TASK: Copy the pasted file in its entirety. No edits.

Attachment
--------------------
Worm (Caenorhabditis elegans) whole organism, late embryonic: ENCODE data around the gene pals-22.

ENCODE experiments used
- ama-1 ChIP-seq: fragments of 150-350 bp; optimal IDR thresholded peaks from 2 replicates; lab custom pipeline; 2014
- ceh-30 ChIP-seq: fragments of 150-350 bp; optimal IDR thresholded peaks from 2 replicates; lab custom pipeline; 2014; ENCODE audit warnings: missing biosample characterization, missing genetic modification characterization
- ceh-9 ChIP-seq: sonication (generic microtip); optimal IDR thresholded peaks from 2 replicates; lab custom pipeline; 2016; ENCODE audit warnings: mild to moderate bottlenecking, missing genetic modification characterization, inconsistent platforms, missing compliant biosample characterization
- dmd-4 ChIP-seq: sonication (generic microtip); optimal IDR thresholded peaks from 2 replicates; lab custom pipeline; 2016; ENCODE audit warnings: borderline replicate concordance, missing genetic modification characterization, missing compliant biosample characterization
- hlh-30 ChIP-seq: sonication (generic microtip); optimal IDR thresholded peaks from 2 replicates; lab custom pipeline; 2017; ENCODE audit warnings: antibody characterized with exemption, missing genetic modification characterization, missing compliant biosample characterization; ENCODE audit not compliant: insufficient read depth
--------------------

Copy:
Worm (Caenorhabditis elegans) whole organism, late embryonic: ENCODE data around the gene pals-22.

ENCODE experiments used
- ama-1 ChIP-seq: fragments of 150-350 bp; optimal IDR thresholded peaks from 2 replicates; lab custom pipeline; 2014
- ceh-30 ChIP-seq: fragments of 150-350 bp; optimal IDR thresholded peaks from 2 replicates; lab custom pipeline; 2014; ENCODE audit warnings: missing biosample characterization, missing genetic modification characterization
- ceh-9 ChIP-seq: sonication (generic microtip); optimal IDR thresholded peaks from 2 replicates; lab custom pipeline; 2016; ENCODE audit warnings: mild to moderate bottlenecking, missing genetic modification characterization, inconsistent platforms, missing compliant biosample characterization
- dmd-4 ChIP-seq: sonication (generic microtip); optimal IDR thresholded peaks from 2 replicates; lab custom pipeline; 2016; ENCODE audit warnings: borderline replicate concordance, missing genetic modification characterization, missing compliant biosample characterization
- hlh-30 ChIP-seq: sonication (generic microtip); optimal IDR thresholded peaks from 2 replicates; lab custom pipeline; 2017; ENCODE audit warnings: antibody characterized with exemption, missing genetic modification characterization, missing compliant biosample characterization; ENCODE audit not compliant: insufficient read depth